So I’m settled in to enjoy this year’s Shark Week, my second favorite shark-related time of the year (AES having taken over at first), and notice with some trepidation that the week is kicking off with a “documentary” on modern day attacks by Carcharocles megalodon. Megalodon was a 50-60-foot member of the mackerel shark family (great whites, porbeagles, and makos being the best-known modern members) that regularly attacked and consumed whales and is now very much extinct. The premise of tonight’s Shark Week programming was that these giant sharks have been hiding out in the deep sea, waiting for the right combination of climate change, geological events, and whale populations to re-emerge and start munching on the occasional fishing boat. Basically, Discovery saw the reaction to the two Mermaids mockumentaries and the lesson they learned was that they need more of that.
Here’s the promo for the kick-off to Shark Week, titled “Megalodon: The Monster Shark Lives:”
As a lifelong shark nerd and current shark researcher-in-training, I can assure you that Megalodon, as awesome as it was, is no longer with us. The overwhelming evidence that this shark is peacefully extinct has been covered elsewhere, and suffice to say a 50-foot shark that inhabits shallow water and attacks whales would probably have been noticed before now. Megalodon is a really cool species for sure, but we have plenty of amazing shark species currently swimming in the world’s oceans. There’s the leaping, superpredatory great white (a species that Shark Week devotes most of its time to already), the highly migratory and omnivorous tiger shark, the sand tiger, which cannibalizes its own siblings in the womb, the bull shark, which swims up rivers, the various hammerhead species with their fancy headgear, the whip-tailed thresher shark, dogfish sharks that swarm in the thousands, lantern sharks that glow in the freakin’ dark… All of these species would make for great footage, but instead Shark Week devoted its two-hour premiere to a completely fictional story about an extinct species.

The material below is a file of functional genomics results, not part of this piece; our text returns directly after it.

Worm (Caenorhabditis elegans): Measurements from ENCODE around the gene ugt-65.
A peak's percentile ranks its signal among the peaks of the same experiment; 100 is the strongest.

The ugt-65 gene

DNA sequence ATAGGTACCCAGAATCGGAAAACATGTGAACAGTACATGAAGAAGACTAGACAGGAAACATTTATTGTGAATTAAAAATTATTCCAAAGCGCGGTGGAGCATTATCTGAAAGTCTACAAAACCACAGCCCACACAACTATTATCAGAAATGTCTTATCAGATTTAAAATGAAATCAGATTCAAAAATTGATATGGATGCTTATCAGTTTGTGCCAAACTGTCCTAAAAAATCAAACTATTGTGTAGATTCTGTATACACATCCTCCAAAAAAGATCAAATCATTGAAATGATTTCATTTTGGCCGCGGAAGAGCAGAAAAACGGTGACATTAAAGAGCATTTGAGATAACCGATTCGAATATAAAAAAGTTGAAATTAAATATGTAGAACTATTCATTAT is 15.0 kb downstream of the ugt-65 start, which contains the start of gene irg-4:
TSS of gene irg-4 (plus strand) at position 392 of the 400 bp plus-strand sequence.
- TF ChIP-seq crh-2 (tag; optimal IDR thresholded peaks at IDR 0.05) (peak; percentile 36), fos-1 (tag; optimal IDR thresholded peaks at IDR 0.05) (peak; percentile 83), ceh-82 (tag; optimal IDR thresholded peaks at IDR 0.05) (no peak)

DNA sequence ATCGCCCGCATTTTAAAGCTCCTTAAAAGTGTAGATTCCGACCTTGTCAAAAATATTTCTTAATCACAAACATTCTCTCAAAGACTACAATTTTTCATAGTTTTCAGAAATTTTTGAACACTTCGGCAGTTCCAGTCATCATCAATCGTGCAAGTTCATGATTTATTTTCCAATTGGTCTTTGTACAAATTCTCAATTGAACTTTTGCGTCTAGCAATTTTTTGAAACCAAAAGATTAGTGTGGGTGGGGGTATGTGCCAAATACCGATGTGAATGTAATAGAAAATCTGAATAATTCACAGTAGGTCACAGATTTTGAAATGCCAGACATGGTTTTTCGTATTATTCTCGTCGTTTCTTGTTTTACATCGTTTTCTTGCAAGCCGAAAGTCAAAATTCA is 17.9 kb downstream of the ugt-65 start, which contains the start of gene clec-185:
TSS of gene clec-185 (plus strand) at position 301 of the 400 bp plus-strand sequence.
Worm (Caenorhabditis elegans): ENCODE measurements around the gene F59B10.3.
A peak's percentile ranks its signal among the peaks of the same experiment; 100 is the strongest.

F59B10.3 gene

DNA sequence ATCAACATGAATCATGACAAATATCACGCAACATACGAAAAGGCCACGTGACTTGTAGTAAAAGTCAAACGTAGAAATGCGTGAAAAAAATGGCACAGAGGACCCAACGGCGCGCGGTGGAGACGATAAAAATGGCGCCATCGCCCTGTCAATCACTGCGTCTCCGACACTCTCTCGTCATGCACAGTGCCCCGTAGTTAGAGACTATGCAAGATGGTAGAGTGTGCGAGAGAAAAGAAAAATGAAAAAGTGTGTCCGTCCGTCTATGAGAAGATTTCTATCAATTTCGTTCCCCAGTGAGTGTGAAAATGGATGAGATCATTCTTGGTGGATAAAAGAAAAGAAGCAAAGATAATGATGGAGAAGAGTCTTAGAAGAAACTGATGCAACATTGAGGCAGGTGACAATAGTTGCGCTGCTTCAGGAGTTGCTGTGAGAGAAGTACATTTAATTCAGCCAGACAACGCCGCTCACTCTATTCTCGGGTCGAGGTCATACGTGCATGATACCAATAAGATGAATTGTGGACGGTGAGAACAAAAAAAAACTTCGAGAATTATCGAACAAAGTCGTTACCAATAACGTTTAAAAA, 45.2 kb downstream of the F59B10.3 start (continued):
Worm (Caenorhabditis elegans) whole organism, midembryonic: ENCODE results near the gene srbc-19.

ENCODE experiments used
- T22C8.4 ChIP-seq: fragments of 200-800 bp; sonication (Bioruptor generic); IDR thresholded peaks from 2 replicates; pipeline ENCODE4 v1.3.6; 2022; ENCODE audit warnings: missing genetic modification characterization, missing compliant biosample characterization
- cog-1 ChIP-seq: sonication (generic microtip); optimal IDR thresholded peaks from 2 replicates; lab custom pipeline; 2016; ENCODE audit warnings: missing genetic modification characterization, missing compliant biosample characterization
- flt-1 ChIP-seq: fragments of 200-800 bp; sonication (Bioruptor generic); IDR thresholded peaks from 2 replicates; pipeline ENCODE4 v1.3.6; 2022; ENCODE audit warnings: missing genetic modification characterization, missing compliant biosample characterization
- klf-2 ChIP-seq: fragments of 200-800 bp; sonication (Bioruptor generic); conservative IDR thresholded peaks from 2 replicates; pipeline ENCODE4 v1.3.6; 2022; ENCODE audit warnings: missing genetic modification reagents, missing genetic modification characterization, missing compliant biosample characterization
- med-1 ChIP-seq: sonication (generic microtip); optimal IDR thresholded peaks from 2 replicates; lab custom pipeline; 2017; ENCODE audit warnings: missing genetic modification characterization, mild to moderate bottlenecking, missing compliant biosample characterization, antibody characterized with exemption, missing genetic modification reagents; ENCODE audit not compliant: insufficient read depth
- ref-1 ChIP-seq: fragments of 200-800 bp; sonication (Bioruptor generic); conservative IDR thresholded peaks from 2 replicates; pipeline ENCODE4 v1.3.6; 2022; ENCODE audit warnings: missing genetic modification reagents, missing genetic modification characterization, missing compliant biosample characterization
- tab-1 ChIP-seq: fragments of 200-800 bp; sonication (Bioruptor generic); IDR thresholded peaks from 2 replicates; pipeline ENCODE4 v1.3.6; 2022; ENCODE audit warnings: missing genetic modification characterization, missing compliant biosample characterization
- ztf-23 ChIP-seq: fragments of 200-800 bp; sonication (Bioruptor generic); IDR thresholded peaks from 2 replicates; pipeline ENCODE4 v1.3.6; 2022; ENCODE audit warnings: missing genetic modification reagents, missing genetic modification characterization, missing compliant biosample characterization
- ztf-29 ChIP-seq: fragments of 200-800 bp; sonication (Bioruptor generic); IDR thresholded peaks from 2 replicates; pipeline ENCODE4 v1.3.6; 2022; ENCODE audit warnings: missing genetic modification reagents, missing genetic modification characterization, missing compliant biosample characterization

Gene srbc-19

There is a precedent for this, and it can be found in the two Mermaids mockumentaries that were run on Animal Planet. I’m not against speculative fiction; if done properly, a show about how mermaids could actually work might actually be pretty cool and educational. Instead, Animal Planet ran the shows largely without any indication that they were fictional, save for very brief disclaimers at the end. The result was an internet firestorm of people who had been taken by the hoax in a kind of modern-day twist on the 1938 broadcast of “War of the Worlds” that had Americans believing they were being attacked by aliens. The difference is that Animal Planet (which is owned by Discovery Networks) intentionally obscured any indication that the Mermaids shows were fake.
“Megalodon: The Monster Shark Lives” did pretty much the same thing: rather than have disclaimers at the commercial breaks, Discovery instead ran blurbs about having “exclusive footage” of the prehistoric shark. In the last two minutes or so I caught a very brief subtitle that looked like it was the “oh yeah, this is fake” disclaimer, but it was gone before I got a good look at it (if anyone has a screen shot let me know and I’ll add it as an update to this post). To immediately gauge whether this disclaimer had any effect (if it even existed), check out the poll that Shark Week has up on the subject: as of the time of this post, 80% of respondents answered either “yes” or “maybe” with regards to Megalodon still being alive today.
Shark Week should be picking up later (tomorrow’s programming involves Cape Cod great whites), but it’s disconcerting to see the “Mermaids-ing” of Shark Week. Apparently these mockumentaries are just something Discovery does now.